One of my favorite topics in professional life concerns the things we do to develop ourselves. The most interesting part of this topic is realizing that it is not complex. The ideas you need to master are well known and quite simple. The only question is whether or not you will become committed to building the relevant skills. When I boil down personal improvement to the most fundamental topics, I think of two things immediately: understanding your strengths and weaknesses and personal goal setting.
Let’s be honest, you have a particular skill set. Some skills are real strengths. Others are better described as not-so-strong. Your objective is to identify and build upon the strong skills while reducing any challenges associated with the not-so-strong skills.
First, what are your main strengths? They might include great writing ability, speaking skills, diffusing conflict, mathematical ability, knowledge of finance, creative problem-solving skills, facilitation skills, etc. There are endless possibilities. You can identify your main skill strengths several ways:
Self-Observation. Time spent thinking deeply about one’s professional performance. Think about your big wins and losses and those of the teams of which you have been a member. Most of your best strengths (and vice versa) should be evident.
Professional Outcomes. These are hard indicators provided by others that reflect on your professional abilities: jobs/roles assigned, promotions, raises, awards, and formal workplace evaluations. Together, when considered relative to your peers, they should begin to paint a picture of where you stand.
Feedback. Informal performance-related information provided by your direct supervisor, peers, direct reports, mentors, clients, significant others, etc. Seek modest amounts proactively from others whom you trust to be bluntly honest and whom you feel have good insight into your performance and personality.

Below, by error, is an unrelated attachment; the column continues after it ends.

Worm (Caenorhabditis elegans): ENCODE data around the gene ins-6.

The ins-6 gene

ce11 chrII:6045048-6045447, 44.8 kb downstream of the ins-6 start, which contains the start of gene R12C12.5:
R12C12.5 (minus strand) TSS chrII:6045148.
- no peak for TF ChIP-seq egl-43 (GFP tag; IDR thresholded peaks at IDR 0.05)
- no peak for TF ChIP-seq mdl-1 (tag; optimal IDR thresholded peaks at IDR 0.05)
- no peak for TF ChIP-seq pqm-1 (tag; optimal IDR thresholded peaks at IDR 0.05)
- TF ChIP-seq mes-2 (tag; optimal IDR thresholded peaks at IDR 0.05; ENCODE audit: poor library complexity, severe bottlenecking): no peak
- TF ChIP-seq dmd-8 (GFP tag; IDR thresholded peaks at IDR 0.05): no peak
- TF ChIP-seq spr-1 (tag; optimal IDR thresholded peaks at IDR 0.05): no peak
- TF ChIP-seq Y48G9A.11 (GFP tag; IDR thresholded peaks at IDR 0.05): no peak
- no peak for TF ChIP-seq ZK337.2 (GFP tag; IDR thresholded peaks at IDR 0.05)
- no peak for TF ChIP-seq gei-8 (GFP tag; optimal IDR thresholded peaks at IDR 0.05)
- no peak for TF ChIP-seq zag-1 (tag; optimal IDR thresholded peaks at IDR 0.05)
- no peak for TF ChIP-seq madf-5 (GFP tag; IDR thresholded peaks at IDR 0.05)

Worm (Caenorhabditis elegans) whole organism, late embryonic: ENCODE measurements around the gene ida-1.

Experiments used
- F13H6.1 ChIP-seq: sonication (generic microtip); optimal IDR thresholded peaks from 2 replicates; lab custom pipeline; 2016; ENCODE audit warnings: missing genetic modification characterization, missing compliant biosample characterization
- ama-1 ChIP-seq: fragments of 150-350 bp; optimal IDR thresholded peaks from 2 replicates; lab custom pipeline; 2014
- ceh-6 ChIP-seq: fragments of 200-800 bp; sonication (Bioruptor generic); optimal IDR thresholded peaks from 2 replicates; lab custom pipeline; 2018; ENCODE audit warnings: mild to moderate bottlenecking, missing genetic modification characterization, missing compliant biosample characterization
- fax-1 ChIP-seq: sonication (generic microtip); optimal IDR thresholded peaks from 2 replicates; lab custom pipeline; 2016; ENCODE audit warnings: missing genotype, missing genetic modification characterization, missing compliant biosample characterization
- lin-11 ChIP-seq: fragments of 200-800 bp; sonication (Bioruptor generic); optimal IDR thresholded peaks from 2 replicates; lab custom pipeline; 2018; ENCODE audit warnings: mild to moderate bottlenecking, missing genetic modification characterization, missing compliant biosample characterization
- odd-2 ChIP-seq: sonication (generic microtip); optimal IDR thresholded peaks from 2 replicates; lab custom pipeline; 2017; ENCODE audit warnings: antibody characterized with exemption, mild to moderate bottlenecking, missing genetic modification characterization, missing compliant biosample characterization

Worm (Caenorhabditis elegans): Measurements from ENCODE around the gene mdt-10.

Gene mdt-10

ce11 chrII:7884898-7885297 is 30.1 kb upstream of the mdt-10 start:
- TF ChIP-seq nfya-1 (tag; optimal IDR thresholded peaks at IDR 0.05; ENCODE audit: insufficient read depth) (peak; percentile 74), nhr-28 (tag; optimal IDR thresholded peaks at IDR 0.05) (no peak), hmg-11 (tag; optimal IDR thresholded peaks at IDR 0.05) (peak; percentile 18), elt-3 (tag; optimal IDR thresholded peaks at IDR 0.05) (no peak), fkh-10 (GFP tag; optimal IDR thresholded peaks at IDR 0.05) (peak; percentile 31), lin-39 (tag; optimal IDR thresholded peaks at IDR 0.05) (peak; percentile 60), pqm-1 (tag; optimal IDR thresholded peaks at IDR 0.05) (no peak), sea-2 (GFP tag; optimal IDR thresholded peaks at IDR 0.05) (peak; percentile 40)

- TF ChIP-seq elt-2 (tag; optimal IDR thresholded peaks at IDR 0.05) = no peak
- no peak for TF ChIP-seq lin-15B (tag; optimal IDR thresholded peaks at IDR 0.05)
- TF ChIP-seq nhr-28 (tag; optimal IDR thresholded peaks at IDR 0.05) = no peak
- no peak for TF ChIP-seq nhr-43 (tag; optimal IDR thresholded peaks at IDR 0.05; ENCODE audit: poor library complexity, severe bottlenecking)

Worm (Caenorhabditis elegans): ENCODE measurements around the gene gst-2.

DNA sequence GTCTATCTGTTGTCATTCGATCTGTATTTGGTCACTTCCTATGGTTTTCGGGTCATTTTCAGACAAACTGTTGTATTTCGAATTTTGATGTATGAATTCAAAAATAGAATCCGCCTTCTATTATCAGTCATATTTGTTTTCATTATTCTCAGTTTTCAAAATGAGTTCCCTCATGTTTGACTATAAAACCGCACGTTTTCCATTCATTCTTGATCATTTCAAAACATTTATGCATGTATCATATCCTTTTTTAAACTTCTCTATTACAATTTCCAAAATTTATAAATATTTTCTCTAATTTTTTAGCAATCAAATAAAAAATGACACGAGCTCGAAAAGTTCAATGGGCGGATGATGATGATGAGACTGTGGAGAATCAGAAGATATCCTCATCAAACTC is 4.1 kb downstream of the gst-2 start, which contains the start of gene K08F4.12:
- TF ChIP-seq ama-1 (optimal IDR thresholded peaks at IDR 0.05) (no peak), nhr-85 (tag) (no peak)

Assessments. This refers to instruments and activities designed to provide insight into your characteristic ways of behaving. Check your Human Resources department, or purchase them on your own. These include everything from popular books, surveys, facilitated and/or observed mock work activities (e.g., role play), computer driven activities and assessments, and observation of you on the job by relevant experts.
Next, what are your weak skill areas? Maybe you hate public speaking or will never for the life of you understand accounting. So what – we all have weak skill areas! Identify them using the sources listed above. To focus on a weak skill area, consider three main strategies. First, you can dedicate time to improving these abilities. If you have trouble with public speaking, for example, join Toastmasters. Second, you can work over the long-term towards roles that rely less on your weaker skills. Finally, you should attempt to build teams of people who possess skills you do not possess.
Here is a great personal challenge you can begin immediately: Identify your top three skill strengths and at least one main skill weakness.
Personal Goal Setting
Once you have completed your skill assessment, it is time to engage the most powerful process in the world of professional development: goal setting.